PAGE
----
Notting Hill Carnival pavilion provides ‘a place to lime’ in London
A Notting Hill Carnival pavilion by Sumayya Vally and Alvaro Barrington draws on ‘the identities, mythologies, and rituals surrounding the Afro-Caribbean community’
Amidst the feather-lined outfits, dazzling performances, and bustling crowds at this year’s Notting Hill Carnival sat an elegant, tiered structure that provided a well-needed zone of respite. The publicly accessible Notting Hill Carnival pavilion was a powerful collaboration between South African architect Sumayya Vally and London-based artist Alvaro Barrington. ‘Centering around themes of belonging, the project speaks to the identities, mythologies, and rituals surrounding the Afro-Caribbean community,’ says Vally.
After meeting Vally at the 2021 Serpentine Pavilion last year, Barrington approached the co-founder of Counterspace to design a carnival scheme that produced the same sense of community that her Hyde Park structure achieved. ‘When I saw Sumayya’s pavilion, I was deeply moved. There was a strong feeling of freedom that flowed through the space,’ says Barrington.
Charged with designing the structure, Vally researched key moments, spatial conditions, and groups that led Claudia Jones to establish Europe’s largest street festival in 1958 – the Caribbean Carnival event, which later evolved into the annual Notting Hill Carnival. Two notable buildings that Vally studied were the historic Mangrove restaurant, which was an important symbol of resistance for the Afro-Caribbean community in Notting Hill, and the former church-turned-community hub, The Tabernacle. ‘For this project, we also looked at important Caribbean characters, traditions, and cultures, while honouring expansive geographies,’ says the architect.
Nestled on Great Western Road, next to the judging zone on Sunday 28 August and Monday 29 August 2022, the stepped sculpture formed a place where people could take a break as revellers paraded the streets of West London. ‘The idea of resting is such a powerful invitation. This pavilion is a place for you to lime,’ says Barrington. In the Caribbean ‘liming’ or ‘to lime’ is a phrase used to describe people hanging out, chatting, and taking it easy. While many may have needed a break from the action, that isn’t the only purpose the structure serves. The form also works as a humble performance platform, a backdrop for a stage, or a shaded retreat from the summer sun.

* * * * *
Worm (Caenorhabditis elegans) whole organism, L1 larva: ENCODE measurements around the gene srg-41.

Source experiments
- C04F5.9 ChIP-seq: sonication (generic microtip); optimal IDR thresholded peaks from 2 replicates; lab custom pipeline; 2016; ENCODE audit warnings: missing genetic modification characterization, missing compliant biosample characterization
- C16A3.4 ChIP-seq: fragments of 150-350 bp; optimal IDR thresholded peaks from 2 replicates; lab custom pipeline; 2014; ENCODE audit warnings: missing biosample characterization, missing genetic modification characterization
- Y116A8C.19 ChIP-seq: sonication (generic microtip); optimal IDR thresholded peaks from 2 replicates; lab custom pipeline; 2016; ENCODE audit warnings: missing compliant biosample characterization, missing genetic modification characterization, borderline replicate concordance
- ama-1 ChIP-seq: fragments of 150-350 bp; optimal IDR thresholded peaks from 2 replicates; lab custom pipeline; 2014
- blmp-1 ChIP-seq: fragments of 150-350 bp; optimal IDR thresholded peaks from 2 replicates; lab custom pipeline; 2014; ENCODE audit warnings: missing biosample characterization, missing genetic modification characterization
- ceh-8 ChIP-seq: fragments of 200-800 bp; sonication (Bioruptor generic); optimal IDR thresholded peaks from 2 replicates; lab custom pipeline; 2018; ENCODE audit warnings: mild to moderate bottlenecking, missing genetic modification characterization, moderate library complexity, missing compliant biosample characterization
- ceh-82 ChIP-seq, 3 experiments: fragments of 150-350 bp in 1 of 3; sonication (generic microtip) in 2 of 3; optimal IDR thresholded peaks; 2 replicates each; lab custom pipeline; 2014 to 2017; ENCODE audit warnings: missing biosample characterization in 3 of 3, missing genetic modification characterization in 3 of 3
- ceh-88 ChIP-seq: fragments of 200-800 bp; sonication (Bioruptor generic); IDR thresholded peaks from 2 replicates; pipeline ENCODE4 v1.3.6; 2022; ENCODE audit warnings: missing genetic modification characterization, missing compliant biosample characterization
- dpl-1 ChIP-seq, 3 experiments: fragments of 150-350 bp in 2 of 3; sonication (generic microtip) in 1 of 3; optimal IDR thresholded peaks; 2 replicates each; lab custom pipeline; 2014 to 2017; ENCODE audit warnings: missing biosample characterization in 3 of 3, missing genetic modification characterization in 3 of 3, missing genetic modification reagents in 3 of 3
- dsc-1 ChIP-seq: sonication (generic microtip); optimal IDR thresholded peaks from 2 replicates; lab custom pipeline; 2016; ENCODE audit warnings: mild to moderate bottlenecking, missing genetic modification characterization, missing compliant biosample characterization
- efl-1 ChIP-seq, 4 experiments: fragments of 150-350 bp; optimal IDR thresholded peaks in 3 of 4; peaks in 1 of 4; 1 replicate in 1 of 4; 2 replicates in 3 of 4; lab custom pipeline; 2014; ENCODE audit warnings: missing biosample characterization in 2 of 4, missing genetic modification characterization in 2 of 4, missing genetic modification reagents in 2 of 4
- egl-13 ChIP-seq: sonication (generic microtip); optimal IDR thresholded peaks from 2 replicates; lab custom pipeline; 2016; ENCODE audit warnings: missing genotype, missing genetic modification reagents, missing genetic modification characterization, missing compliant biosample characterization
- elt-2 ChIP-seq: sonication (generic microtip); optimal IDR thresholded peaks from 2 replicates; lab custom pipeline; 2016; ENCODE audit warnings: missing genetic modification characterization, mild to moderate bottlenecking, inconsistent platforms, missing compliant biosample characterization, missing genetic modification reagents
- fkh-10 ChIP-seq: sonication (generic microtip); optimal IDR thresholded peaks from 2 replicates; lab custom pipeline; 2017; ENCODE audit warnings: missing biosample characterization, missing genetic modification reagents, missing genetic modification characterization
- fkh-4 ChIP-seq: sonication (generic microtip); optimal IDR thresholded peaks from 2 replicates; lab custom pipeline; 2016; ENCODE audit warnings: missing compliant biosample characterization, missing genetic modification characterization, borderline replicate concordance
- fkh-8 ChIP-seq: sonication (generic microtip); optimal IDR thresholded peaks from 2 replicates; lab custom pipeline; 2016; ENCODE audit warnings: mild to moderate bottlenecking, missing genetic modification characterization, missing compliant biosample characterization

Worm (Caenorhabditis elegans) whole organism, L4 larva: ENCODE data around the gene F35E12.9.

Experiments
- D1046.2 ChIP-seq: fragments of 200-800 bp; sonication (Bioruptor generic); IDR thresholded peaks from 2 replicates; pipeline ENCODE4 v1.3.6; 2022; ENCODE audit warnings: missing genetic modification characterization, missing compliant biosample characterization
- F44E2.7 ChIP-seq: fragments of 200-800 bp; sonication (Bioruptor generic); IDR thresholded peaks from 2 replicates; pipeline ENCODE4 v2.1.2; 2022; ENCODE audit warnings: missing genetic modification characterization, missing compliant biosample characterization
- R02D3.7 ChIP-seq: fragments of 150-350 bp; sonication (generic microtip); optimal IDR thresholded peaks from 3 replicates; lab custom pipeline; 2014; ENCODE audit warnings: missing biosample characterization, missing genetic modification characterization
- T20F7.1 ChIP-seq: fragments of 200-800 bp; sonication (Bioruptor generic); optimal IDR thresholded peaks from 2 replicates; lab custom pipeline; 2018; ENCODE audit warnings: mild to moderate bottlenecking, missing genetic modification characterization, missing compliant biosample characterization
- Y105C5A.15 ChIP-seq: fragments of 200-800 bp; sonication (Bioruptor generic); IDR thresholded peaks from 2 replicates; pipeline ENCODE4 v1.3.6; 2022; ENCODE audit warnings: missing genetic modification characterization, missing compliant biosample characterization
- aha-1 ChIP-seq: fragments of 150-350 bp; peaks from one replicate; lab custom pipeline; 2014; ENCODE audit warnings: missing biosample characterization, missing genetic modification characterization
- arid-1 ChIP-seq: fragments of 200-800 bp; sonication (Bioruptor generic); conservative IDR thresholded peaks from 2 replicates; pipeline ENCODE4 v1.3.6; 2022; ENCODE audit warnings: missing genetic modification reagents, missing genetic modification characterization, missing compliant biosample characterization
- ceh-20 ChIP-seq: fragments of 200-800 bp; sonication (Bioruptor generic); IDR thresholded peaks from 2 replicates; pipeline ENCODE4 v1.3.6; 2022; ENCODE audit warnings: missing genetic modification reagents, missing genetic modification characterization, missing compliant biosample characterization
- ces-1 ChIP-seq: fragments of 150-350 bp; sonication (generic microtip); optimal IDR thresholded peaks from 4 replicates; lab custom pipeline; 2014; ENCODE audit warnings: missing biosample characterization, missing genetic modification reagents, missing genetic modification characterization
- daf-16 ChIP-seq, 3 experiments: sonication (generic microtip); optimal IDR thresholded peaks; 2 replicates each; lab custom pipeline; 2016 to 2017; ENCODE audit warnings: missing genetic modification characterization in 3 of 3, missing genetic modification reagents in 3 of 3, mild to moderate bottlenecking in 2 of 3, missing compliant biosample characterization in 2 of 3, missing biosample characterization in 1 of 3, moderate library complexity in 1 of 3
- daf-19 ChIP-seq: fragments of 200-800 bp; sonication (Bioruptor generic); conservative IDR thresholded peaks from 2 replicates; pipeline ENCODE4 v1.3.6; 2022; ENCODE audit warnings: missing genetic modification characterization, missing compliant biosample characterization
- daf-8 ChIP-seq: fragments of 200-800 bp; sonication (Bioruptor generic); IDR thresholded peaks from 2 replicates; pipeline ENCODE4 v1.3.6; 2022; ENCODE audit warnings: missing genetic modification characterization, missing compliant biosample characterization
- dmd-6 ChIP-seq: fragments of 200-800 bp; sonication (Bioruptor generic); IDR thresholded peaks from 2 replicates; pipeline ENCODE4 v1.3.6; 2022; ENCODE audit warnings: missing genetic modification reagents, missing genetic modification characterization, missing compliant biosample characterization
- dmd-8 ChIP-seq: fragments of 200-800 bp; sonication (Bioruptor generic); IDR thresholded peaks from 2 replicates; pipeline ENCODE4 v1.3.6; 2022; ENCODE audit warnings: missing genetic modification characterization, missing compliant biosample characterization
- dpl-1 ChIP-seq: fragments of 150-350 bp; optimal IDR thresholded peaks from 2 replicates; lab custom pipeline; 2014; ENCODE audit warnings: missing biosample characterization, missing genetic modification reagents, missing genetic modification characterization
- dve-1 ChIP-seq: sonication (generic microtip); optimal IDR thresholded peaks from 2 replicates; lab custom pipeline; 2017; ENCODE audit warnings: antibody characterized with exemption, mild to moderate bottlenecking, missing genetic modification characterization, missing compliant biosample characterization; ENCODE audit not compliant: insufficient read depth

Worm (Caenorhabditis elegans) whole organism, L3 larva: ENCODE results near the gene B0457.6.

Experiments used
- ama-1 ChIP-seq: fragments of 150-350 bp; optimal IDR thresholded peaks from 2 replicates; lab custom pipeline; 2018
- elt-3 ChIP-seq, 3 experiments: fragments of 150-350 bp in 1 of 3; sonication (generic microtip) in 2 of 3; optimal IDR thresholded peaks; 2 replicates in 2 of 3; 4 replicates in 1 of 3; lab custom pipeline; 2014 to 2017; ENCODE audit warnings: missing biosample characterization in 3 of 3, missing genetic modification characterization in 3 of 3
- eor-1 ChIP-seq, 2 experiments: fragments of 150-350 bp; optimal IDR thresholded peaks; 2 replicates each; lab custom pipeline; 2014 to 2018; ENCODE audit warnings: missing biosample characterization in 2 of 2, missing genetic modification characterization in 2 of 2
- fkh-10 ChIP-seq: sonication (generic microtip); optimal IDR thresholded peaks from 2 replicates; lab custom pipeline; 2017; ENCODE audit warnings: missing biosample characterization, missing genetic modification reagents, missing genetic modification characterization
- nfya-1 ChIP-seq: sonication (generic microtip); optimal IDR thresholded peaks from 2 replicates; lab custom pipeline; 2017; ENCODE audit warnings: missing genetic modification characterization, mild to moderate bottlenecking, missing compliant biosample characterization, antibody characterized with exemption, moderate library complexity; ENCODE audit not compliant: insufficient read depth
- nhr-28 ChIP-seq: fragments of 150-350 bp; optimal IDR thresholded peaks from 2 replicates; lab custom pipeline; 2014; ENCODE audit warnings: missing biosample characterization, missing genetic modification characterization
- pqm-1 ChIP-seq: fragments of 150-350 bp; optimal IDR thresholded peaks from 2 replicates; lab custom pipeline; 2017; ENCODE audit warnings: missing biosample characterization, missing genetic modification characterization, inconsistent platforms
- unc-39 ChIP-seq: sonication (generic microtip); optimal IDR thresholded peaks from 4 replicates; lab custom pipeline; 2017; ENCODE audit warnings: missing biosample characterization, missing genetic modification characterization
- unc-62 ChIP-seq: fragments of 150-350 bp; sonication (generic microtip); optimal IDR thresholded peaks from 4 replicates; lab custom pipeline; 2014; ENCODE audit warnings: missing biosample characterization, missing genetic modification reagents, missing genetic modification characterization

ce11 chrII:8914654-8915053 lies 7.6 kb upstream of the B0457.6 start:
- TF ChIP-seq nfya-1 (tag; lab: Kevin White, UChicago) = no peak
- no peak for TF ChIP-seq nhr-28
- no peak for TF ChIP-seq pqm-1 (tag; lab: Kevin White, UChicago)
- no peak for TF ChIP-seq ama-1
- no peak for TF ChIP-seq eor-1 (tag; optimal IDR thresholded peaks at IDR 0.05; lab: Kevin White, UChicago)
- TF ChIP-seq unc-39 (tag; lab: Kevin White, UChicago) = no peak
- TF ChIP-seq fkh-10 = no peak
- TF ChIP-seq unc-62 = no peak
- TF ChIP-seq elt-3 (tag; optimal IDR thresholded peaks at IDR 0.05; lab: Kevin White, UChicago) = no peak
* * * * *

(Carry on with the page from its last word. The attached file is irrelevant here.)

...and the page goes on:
The structure consists of interlocking plywood elements; ‘We wanted to use materials and construction logic that were tied to the Caribbean and the language of its regions,’ says Vally. Here, the traditional elevated wooden homes of Barbados, Guyana, and Jamaica, with their steps and raised porches, come to mind. Towering 3m above the road, the triangular pavilion was originally installed incompletely. During the opening parade, community members finished the mountainous building by assembling the final pieces after their procession. This process is a nod to different identities coming together during Notting Hill Carnival. ‘I wanted the structure to have something of diasporic logic in how it works. So, we decided to have parts that can live separately but have moments where they can come together.’
For Vally, one of the starting points for the project was a poignant photo of a woman carrying an item on her head during a Candomblé ceremony on the beach of Copacabana, Brazil. ‘In this image, the woman is honouring her ancestors. The object on her head can be likened to a small shrine for those that came before her,’ says Vally. ‘With this project I wanted to create something that honours the elders who were integral in making this part of London home for others.’
The pavilion forms part of a larger project that will consider different forms of living. ‘The impetus for this was always about immigration and why people leave their homes to go to new lands,’ says Barrington. Moving forward, the duo aim to use culture to address the needs of communities. ‘The next part of the project is about homes and how you become acquainted with spaces,’ says Barrington. Through architecture, the pair aim to amplify the voices of people of the African Diaspora, celebrating linked histories of cultural production while also producing places to lime. §